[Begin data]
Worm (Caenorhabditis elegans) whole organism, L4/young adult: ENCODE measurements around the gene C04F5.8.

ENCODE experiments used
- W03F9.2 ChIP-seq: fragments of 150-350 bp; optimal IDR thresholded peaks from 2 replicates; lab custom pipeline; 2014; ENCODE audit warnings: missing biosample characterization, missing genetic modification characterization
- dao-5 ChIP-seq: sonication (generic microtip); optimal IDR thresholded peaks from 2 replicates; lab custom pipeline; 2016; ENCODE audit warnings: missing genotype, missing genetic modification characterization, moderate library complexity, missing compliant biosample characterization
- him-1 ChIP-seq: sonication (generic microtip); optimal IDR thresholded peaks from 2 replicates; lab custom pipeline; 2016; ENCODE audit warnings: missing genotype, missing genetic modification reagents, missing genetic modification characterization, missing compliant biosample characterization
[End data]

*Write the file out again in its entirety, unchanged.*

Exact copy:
Worm (Caenorhabditis elegans) whole organism, L4/young adult: ENCODE measurements around the gene C04F5.8.

ENCODE experiments used
- W03F9.2 ChIP-seq: fragments of 150-350 bp; optimal IDR thresholded peaks from 2 replicates; lab custom pipeline; 2014; ENCODE audit warnings: missing biosample characterization, missing genetic modification characterization
- dao-5 ChIP-seq: sonication (generic microtip); optimal IDR thresholded peaks from 2 replicates; lab custom pipeline; 2016; ENCODE audit warnings: missing genotype, missing genetic modification characterization, moderate library complexity, missing compliant biosample characterization
- him-1 ChIP-seq: sonication (generic microtip); optimal IDR thresholded peaks from 2 replicates; lab custom pipeline; 2016; ENCODE audit warnings: missing genotype, missing genetic modification reagents, missing genetic modification characterization, missing compliant biosample characterization